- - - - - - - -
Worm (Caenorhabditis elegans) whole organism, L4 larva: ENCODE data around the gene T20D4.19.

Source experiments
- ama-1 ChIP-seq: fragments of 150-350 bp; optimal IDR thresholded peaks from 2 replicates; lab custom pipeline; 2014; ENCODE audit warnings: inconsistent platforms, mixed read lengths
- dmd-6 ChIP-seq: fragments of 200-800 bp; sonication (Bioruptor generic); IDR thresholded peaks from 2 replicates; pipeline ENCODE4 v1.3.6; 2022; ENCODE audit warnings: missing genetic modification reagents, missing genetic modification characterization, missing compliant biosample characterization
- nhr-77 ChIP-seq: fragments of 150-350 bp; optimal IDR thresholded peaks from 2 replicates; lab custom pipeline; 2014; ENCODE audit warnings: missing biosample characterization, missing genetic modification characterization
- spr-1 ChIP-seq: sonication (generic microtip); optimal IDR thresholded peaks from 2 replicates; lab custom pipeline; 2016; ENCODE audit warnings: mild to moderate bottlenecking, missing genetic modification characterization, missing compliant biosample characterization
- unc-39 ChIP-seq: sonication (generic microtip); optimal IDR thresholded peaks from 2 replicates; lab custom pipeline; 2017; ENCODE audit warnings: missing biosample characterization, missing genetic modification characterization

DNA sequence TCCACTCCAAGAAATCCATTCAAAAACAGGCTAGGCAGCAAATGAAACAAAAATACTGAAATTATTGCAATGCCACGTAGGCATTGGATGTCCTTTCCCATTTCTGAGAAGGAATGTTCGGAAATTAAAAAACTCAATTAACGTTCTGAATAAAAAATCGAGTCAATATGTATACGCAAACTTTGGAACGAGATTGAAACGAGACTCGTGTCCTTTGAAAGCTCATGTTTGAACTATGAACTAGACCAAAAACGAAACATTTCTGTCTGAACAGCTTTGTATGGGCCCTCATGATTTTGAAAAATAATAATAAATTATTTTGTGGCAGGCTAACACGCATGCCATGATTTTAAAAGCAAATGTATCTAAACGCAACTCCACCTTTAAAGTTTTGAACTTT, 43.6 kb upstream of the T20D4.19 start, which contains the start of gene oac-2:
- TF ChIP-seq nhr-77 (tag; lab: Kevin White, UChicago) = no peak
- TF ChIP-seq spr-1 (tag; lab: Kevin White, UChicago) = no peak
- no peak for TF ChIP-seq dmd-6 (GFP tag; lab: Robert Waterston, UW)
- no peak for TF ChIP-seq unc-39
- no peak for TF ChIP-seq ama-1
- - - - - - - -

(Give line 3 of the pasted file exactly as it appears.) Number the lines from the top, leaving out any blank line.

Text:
- ama-1 ChIP-seq: fragments of 150-350 bp; optimal IDR thresholded peaks from 2 replicates; lab custom pipeline; 2014; ENCODE audit warnings: inconsistent platforms, mixed read lengths